McCrossan, B. A., Grant, B., Morgan, G. J., Sands, A. J., Craig, B., & Casey, F. A. (2008). Diagnosis of congenital heart disease in neonates by videoconferencing: An eight-year experience.Journal of Telemedicine and Telecare14(3), 137–140.

Retrieved from the Walden Library databases.

This article describes an 8-year study performed to test the viability of performing diagnoses of congenital heart disease using videoconferencing. The authors debate the effectiveness of echocardiograms, hands-on tests, telemedicine, and telecare.

Safran, C., Rind, D. M., Davis, R. B., Ives, D., Sands, D. Z., Currier, J., et al. (1995). Guidelines for management of HIV infection with computer-based patient’s record. The Lancet346(8971), 341–346. 

Retrieved from the Walden Library databases.

 This article describes an early trial of the use of electronic messages to promote adherence to clinical practice guidelines related to HIV infections. The authors discuss the structure and guidelines behind the computer-based patient records and their role in managing HIV infection.

Lucian Leape

Bates, D. W., Cohen, M., Leape, L. L., Overhage, J. M., Shabot, M. M., & Sheridan, T. (2001). Reducing the frequency of errors in medicine using information technology. Journal of the American Medical Informatics Association8(4), 299–308. 

Retrieved from the Walden Library databases.

 This white paper describes how using information technology in the provision of care can help reduce the frequency and consequences of errors in medical care. The authors provide specific recommendations for reducing medical errors through the use of information technology.

Hunt, D. L., Haynes, R. B., Hanna, S. E., & Smith, K. (1998). Effects of computer-based clinical decision support systems on physician performance and patient outcomes: A systematic review. JAMA: Journal of the American Medical Association280(15), 1339–1346.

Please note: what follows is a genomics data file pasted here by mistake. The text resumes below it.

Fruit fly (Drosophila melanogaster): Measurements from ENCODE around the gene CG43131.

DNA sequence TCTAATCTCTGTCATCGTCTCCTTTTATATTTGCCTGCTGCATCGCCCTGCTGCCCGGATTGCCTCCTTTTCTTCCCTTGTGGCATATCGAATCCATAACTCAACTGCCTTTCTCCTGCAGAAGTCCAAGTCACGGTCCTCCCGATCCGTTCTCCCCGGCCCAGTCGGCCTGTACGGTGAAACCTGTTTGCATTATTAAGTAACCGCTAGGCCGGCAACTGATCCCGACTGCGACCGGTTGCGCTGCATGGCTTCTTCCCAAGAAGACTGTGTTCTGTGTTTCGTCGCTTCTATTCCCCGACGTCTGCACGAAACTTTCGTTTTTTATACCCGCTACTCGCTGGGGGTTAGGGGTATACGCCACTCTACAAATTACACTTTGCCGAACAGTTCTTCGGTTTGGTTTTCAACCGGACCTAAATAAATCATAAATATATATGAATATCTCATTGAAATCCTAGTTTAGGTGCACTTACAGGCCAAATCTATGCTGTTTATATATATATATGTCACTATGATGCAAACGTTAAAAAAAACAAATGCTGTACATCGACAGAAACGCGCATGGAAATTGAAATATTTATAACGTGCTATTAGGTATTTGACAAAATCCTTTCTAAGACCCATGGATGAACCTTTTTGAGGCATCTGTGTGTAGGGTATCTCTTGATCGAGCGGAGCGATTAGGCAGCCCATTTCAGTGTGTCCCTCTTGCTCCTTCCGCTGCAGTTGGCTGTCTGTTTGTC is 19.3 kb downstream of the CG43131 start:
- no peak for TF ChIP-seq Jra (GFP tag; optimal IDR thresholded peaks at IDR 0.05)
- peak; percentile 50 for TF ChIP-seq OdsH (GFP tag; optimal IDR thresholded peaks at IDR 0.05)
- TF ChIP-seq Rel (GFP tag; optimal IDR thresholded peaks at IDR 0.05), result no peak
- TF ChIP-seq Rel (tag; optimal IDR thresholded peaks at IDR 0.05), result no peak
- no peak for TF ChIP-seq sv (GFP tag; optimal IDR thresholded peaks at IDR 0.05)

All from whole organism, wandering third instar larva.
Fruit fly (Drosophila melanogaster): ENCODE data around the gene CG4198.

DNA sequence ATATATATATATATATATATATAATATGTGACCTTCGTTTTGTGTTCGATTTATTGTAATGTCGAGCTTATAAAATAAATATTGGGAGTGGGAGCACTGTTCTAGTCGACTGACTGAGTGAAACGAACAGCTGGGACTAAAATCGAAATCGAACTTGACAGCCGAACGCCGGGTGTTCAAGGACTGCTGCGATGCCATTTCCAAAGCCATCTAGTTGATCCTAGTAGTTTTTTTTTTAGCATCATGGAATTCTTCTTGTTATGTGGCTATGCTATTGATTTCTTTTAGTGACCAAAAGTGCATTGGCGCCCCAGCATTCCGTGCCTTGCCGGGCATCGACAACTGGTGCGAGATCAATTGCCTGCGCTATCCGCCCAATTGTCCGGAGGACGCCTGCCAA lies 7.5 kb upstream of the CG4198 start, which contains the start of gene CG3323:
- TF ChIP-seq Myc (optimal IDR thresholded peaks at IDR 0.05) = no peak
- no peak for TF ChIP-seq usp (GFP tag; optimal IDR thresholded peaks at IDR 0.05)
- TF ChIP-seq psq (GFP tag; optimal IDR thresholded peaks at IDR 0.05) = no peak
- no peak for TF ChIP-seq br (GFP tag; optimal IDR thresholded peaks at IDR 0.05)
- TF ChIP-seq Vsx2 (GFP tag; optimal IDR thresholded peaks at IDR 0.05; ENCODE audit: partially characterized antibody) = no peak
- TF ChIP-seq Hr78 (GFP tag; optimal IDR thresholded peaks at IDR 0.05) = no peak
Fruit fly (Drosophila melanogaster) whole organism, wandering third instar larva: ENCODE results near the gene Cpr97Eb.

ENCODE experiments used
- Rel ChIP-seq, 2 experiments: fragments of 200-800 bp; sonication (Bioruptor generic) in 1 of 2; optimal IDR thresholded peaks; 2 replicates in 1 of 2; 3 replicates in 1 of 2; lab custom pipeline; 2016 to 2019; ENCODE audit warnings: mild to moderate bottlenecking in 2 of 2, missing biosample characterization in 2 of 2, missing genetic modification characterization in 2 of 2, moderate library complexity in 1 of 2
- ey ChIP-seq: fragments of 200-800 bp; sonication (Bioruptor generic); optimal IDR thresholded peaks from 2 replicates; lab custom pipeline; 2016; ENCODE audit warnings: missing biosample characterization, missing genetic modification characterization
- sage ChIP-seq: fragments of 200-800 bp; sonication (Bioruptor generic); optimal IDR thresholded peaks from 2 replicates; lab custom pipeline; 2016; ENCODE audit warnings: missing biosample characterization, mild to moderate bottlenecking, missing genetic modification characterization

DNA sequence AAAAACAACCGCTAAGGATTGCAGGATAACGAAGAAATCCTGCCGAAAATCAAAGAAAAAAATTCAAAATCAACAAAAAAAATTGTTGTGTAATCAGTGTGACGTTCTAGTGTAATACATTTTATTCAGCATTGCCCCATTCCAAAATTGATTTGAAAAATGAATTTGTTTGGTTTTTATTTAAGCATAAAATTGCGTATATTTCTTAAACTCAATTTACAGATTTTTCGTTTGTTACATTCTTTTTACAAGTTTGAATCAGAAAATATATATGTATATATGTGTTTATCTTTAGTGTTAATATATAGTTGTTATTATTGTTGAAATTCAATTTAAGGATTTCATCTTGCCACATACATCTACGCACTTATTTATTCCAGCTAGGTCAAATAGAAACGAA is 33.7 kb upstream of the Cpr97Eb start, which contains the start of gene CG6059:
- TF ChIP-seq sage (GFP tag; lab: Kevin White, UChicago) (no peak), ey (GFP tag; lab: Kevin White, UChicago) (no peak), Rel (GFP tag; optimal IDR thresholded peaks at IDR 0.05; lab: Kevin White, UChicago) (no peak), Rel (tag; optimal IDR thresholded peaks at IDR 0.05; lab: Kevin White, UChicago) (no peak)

Retrieved from the Walden Library databases.

In this article, the authors describe a systematic review of all the literature on the effects of computer-based clinical decision support systems (CDSSs). The authors explain their findings and how CDSSs can improve clinical performance in determining drug dosing, preventive care, and other areas of medical care.

Jha, A. K., Kuperman, G. J., Teich, J. M., Leape, L., Shea, B., Rittenberg, E., et al. (1998). Identifying adverse drug events: Development of a computer-based monitor and comparison with chart review and stimulated voluntary report. Journal of the American Medical Informatics Association5(3), 305–314.

Retrieved from the Walden Library databases.

 This article describes the findings of a study that tested the effectiveness of a computer-based adverse drug event (ADE) monitor. The authors analyze how well the computer-based monitor identified ADEs when compared to traditional chart reviews and voluntary reports.

Leape, L. L., Berwick, D. M., & Bates, D. W. (2002). What practices will most improve safety? JAMA: Journal of the American Medical Association288(4), 501–507.

Retrieved from the Walden Library databases.

 This article features three patient safety leaders discussing implementing evidence-based safety practices versus implementing those that are effective but that possess little published support. The authors point out the limitations of waiting for randomized controlled trials to implement obvious strategies for improving patient safety.